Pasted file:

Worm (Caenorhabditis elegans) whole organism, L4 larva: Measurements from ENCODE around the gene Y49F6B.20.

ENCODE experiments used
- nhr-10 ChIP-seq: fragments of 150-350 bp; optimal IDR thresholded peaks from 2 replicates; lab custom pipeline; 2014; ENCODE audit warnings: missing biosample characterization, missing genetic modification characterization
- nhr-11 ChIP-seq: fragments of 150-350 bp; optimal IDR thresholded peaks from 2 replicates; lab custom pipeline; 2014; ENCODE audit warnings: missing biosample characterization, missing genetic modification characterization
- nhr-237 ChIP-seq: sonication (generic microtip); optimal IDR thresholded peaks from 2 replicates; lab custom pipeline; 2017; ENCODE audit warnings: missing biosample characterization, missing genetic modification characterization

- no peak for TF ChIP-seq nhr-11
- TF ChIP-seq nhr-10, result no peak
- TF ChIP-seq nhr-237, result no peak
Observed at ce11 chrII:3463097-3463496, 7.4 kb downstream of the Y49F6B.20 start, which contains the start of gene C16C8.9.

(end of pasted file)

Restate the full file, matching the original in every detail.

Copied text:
Worm (Caenorhabditis elegans) whole organism, L4 larva: Measurements from ENCODE around the gene Y49F6B.20.

ENCODE experiments used
- nhr-10 ChIP-seq: fragments of 150-350 bp; optimal IDR thresholded peaks from 2 replicates; lab custom pipeline; 2014; ENCODE audit warnings: missing biosample characterization, missing genetic modification characterization
- nhr-11 ChIP-seq: fragments of 150-350 bp; optimal IDR thresholded peaks from 2 replicates; lab custom pipeline; 2014; ENCODE audit warnings: missing biosample characterization, missing genetic modification characterization
- nhr-237 ChIP-seq: sonication (generic microtip); optimal IDR thresholded peaks from 2 replicates; lab custom pipeline; 2017; ENCODE audit warnings: missing biosample characterization, missing genetic modification characterization

- no peak for TF ChIP-seq nhr-11
- TF ChIP-seq nhr-10, result no peak
- TF ChIP-seq nhr-237, result no peak
Observed at ce11 chrII:3463097-3463496, 7.4 kb downstream of the Y49F6B.20 start, which contains the start of gene C16C8.9.